Copyright © 2014 Albuquerque Journal
In recent weeks, Albuquerque residents have endured headline after headline of violence in the Duke City – from the fatal beatings of two homeless men to a shooting spree that killed one woman and injured three bystanders at a local business.
Yet Albuquerque is on track to suffer far fewer homicides this year than in previous years, according to police department data.
The recent high-profile acts of violence that have left five people dead within a span of four weeks have prompted some residents to take to social media, distressed about what might seem like unending bad news.
“Yet again, Albuquerque shows its true colors,” Facebook user Stephen Walton posted on the Journal page last week after the city’s most recent shooting death. “This place is getting completely overrun with scumbag trash!”
But police department officials say those deaths have been isolated and unrepresentative of recent citywide homicide trends.
APD spokeswoman Janet Blair said there’s no underlying factor behind each of the killings that could help to explain what could have prompted them.
So far this year, 15 people have been killed in homicides.
Since 2009, an average of 30 people have been killed in homicides in Albuquerque between January and the end of August of each year, according to APD data.
Last year, 24 people were killed in that time frame, and, in 2009, 39 people were killed in homicides by the end of August.
“Even though things have gotten crazy this past week, we are well below average for this time of year,” APD spokesman Tanner Tixier said in an email last Friday, hours after briefing news media about the shooting death of a man at a home in Southeast Albuquerque.
By the end of 2013, which also had several violent crimes and homicides that garnered national attention, the number of homicides in the city was the lowest since at least 1996.
In 1996, the city experienced an unusually high number of homicides – 70 – and since then that number fluctuated from the mid-30s to a high of 56 in 2009, according to the FBI’s Uniform Crime Report. (See chart.)
According to APD, there were 29 homicides last year.
On July 19, the unrecognizable bodies of two Navajo men were found in a vacant lot near Central and 60th. Three teens were later arrested and told police they kicked and beat the men to death, using their fists, feet, cinder blocks and other objects. The men were later identified as Allison Gorman and Kee Thompson of Church Rock.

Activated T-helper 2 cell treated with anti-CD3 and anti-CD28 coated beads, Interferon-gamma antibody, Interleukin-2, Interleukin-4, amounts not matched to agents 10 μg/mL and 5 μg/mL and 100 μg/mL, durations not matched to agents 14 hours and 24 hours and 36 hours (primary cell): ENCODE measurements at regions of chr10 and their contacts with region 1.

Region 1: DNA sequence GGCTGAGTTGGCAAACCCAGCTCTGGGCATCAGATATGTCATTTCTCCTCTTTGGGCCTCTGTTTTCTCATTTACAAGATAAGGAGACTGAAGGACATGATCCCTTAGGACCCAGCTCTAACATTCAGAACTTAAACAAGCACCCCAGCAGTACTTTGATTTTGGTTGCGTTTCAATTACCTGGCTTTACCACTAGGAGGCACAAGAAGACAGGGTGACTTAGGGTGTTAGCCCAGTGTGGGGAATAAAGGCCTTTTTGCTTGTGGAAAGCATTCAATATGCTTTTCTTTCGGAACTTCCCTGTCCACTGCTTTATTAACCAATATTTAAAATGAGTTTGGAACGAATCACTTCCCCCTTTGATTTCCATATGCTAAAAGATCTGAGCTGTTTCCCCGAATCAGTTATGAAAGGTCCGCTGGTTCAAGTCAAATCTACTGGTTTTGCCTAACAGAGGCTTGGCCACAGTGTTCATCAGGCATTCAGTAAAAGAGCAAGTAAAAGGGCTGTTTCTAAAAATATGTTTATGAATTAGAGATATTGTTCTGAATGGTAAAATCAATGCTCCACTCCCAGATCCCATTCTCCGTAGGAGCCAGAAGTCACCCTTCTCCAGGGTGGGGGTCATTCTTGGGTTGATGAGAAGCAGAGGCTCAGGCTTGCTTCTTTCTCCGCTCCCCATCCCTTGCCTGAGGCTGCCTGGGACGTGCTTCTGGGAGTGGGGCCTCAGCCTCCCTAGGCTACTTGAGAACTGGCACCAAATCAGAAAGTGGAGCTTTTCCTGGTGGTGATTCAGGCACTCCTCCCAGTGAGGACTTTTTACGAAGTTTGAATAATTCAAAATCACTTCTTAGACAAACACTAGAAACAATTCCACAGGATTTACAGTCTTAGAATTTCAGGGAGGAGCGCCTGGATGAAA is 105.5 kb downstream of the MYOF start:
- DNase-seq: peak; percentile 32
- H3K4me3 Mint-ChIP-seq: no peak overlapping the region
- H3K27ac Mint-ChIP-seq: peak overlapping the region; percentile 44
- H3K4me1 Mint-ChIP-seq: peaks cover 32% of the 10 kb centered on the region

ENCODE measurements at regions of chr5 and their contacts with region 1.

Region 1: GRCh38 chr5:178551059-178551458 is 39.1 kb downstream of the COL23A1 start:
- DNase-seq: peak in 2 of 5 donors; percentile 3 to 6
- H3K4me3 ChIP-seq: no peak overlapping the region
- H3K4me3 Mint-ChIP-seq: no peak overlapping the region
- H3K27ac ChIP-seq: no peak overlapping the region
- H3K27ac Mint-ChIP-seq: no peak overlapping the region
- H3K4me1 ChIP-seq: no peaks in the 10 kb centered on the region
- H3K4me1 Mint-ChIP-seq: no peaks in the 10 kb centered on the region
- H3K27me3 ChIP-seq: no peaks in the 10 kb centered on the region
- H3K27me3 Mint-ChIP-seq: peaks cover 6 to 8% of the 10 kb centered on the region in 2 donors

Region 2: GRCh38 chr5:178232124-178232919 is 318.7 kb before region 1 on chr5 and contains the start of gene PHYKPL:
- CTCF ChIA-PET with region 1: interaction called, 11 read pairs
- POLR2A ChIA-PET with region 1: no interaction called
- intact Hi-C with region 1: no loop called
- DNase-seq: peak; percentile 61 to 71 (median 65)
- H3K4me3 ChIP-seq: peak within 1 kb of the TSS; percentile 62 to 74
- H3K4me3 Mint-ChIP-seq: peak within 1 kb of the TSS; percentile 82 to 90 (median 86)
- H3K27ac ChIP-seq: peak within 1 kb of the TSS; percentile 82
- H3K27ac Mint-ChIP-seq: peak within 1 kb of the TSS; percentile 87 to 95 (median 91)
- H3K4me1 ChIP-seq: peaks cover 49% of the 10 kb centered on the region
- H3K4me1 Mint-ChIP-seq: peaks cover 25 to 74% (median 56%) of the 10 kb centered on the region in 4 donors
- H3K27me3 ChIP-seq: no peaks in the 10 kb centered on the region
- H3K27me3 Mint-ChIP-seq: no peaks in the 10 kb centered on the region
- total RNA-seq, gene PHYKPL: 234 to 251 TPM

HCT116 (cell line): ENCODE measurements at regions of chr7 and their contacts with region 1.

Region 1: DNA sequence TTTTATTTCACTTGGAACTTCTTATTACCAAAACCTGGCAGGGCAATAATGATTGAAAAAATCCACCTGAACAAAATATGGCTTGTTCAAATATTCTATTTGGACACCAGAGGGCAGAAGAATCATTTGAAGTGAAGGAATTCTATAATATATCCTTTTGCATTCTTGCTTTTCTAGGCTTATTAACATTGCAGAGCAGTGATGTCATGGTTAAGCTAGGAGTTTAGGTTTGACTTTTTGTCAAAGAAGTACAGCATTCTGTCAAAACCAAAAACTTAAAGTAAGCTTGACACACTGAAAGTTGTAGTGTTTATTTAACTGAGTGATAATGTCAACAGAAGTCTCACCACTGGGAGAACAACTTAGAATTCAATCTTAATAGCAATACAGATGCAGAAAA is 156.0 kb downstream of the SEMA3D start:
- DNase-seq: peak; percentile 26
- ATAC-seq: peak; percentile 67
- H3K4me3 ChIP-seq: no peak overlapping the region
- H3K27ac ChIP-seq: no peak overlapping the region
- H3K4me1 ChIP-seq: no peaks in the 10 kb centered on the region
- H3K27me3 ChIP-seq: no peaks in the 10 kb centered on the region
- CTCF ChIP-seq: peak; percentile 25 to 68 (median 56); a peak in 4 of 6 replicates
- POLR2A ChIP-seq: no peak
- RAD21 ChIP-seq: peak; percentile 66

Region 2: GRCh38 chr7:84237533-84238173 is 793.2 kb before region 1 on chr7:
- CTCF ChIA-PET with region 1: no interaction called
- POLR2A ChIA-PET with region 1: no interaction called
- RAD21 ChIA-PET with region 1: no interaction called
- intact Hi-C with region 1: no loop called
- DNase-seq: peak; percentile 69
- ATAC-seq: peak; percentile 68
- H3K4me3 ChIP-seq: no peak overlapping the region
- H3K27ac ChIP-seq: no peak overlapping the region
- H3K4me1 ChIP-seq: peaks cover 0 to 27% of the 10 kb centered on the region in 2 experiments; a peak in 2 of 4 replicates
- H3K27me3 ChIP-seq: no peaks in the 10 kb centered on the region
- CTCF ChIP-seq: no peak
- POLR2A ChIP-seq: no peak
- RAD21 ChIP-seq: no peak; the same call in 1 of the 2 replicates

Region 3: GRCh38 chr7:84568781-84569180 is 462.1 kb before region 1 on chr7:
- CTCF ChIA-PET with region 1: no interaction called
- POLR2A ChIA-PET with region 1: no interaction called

The teens, Alex Rios, 18, Nathaniel Carrillo, 16, and Gilbert Tafoya, 15, have since pleaded not guilty to murder charges. Some elected officials have suggested building a memorial park at the lot where the two men were killed, and Mayor Richard Berry and Navajo Nation President Ben Shelly have since met to work toward preventing violence against Native Americans.
On Aug. 8, police said Marcos Delgado, in a “fit of jealous rage,” shot and killed his ex-girlfriend, Anna Vigil, on the day the two were supposed to register their young son for school. He shot her as she sat in a car outside a local business. His shots struck three other people in the business.
On Aug. 12, Delgado shot and killed himself after firing a high-powered rifle at police officers.
Two days later, the badly beaten body of 53-year-old Maryellen Gutierrez was found after another “gruesome” attack in a vacant lot, this one near Zuni and Utah SE.
In that case, police are looking for a man, 5 feet 4 inches tall, with short hair, who was wearing a red T-shirt and black jeans, and carrying a backpack.
And then last Friday, a homeowner shot and killed a home invader who, along with two alleged accomplices, entered a home in the 3400 block of Wellesley NE before dawn. The homeowner shot and killed the man, identified Friday as 18-year-old Edgardo Marquez-Ordonez, and wounded one of his peers, Luis Vargas-Rivera, 22.
Vargas-Rivera is recovering under guard at a local hospital before being booked into jail where he and the third alleged home invader, 20-year-old Miguel Marquez, will be held before facing multiple charges, including felony murder, aggravated burglary and aggravated assault.
The FBI defines homicide as the willful or non-negligent killing of one person by another. A felony murder case, which the suspects are facing, is brought against a group of defendants who conspire to commit a violent felony that results in a death.